I held the door at three establishments for three people each. At the morning coffee shop, I was completely ignored by all three.  One woman was talking to her friend that was already in the lobby, the second, I thought would say some kind of thank you, because she DID make eye contact; but she quickly motioned to her head (similar to the “I’m crazy” signal) with her forefinger signaling to me that she was on her bluetooth-a-ma-jiggy and couldn’t pause that conversation .  The third was a “gentleman” that seemed a little “uncomfortable” that a dude held the door for him.  Get over it Romeo.

At lunch, I tried a different establishment, but got similar results.  The first two were young “ladies” (liberally applied term) that were much more interested in giggling and texting (each other, I assume) than acknowledging my kindness.  The third was a smartly dressed business woman that simply nodded and proceeded on to cut in line at the service counter…  classy.

Finally, at a convenience store, I held the door for one 40-something blue-collar guy that roughly blurted “thanx” (yes, it would have been spelled that way) and another lady that said nothing at all.

Then, my chivalry-dream-come-true walked up the driveway toward the door.  She was a 70+, silver haired lady clutching her handbag like it was pay day in 1931.  I opened the door and looked her in the eyes and said, “Here, let me get that for you.”

She looked up at me and in a small whisper of a voice said, “… hmmm such a good gentleman… thank you, hon.” And she patted me on the chest, smiled and walked in.

That just about made me cry.

As I’ve said in the past, I tend to over thank people.  I was raised in a restaurateur’s family where it was imperative to show your appreciation for the little things people did for you.  Opening a door… Delivering a package…  Serving a meal… and my education yesterday was quite disappointing.

Why, on Facbook and other social sites, are there millions of people posting “what they’re thankful for” throughout the month of November when they can’t simply do it while standing in line at a restaurant on a basic Tuesday?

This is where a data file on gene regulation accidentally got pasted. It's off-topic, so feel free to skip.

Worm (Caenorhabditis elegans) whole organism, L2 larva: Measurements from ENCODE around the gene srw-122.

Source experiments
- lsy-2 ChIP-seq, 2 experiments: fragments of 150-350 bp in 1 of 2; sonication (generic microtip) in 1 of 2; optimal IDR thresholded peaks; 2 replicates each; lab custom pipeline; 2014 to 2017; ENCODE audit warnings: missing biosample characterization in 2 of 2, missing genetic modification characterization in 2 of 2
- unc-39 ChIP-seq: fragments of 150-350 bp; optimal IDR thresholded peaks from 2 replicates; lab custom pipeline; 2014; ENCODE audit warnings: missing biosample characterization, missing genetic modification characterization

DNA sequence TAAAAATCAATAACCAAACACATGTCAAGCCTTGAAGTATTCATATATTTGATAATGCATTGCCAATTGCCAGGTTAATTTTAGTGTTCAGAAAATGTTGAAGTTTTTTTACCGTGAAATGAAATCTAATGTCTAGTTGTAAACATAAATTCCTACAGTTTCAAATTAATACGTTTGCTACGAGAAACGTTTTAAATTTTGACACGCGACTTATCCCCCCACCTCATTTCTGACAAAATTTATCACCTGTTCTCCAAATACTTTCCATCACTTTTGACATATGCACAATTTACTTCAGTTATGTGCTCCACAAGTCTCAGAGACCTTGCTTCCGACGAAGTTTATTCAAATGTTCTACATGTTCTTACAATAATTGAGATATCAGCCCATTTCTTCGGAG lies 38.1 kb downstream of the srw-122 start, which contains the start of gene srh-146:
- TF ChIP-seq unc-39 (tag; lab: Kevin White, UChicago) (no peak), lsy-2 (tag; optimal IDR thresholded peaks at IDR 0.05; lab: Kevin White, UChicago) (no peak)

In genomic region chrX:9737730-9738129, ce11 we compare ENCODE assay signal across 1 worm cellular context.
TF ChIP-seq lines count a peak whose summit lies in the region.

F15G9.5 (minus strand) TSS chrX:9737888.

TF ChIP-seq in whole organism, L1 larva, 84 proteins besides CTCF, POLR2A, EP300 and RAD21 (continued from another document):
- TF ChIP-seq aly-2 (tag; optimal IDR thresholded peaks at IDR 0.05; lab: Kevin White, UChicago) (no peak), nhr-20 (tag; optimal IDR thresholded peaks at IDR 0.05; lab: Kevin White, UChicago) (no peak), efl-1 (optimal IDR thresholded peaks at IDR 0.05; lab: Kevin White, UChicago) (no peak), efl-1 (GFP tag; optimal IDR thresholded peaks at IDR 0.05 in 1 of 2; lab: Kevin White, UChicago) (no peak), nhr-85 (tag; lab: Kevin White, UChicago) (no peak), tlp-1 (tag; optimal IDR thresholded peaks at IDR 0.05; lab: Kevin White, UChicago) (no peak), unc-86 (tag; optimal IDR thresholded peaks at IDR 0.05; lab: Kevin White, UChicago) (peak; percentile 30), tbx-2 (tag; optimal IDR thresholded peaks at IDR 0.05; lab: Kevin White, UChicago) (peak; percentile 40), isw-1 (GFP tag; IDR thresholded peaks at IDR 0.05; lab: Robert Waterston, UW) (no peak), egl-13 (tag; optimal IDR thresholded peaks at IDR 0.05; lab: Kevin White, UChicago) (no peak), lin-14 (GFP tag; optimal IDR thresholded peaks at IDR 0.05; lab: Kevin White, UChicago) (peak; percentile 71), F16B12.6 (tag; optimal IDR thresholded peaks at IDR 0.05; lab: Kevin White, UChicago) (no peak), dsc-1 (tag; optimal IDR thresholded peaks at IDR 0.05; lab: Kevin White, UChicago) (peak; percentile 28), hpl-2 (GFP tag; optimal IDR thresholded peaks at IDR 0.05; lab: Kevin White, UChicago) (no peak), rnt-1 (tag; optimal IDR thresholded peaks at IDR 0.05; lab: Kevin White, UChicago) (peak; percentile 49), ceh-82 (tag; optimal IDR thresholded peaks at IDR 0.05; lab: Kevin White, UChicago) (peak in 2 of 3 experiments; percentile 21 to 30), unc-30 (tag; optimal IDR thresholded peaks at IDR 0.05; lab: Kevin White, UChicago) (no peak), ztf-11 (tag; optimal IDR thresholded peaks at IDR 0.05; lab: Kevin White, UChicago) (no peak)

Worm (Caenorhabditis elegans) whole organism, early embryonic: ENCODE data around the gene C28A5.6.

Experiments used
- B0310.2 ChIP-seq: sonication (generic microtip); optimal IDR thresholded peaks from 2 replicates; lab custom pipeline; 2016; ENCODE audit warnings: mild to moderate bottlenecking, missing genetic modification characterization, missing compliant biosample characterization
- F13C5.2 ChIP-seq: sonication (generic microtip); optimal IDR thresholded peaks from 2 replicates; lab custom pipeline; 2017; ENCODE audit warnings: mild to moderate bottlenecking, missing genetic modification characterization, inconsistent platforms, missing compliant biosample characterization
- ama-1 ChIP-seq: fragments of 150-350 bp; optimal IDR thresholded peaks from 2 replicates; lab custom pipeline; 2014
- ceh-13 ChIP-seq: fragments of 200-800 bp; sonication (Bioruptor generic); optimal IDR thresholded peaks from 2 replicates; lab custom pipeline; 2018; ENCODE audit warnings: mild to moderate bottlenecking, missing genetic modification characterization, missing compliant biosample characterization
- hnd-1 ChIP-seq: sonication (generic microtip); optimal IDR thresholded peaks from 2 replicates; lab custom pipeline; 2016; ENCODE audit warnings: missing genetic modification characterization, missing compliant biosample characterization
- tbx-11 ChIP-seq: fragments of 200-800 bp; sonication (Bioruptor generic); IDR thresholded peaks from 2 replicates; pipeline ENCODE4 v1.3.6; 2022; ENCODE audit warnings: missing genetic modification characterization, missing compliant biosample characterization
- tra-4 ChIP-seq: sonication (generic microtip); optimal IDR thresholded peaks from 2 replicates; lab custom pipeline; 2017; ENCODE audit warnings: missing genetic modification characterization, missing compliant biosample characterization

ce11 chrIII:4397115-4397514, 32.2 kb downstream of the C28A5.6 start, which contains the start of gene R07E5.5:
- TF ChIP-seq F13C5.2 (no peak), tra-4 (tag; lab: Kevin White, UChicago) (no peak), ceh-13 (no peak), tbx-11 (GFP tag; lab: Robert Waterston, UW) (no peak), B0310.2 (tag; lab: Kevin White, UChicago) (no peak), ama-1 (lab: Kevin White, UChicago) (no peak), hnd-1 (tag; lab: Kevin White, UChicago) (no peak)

From a branding perspective, what does that say about American society?  No wonder the rest of the world thinks we’re a bunch of self-serving, materialistic bullies.

Can technology and the “Now Generation” do anything to correct this offence to basic civility?  Sure, I sound like an old-fart curmudgeon, but as technology expands even further into our lives, how will civil, face-to-face social interaction survive?

With that, give thanks today, tomorrow and every day for the things that you have.  Large or small, life is a miracle and it’s a blessing that we get to share it together on this little rock racing through space.

The alternative is frightening.

Keep Cooking (actual social interactions – always)!
Andrew B. Clark
The Brand Chef

[Photo by Thomas Hawk]

Join The Brand Chef In The Social Media Stew

connect with The Brand Chef subscribe to The Brand Chef's RSS Feed Follow The Brand Chef on Twitter Join The Brand Chef on Facebook What does The Brand Chef StumbleUpon? See some of The Brand Chef's Photgraphy Contact The Brand Chef Back to the Home page

Looking for GREAT Marketing Communications?

Marketing Communications Company Des Moines Iowa

Testimonials

TheBrandChef is about as well rounded marketer as you can get. He can design, strategize, analyze, and execute on any size marketing project from web to video and more. Andy Brudtkuhl

Contact The Brand Chef

Andrew B. Clark, The Brand Chef
p: 515.257.6584
e: thebrandchef@gmail.com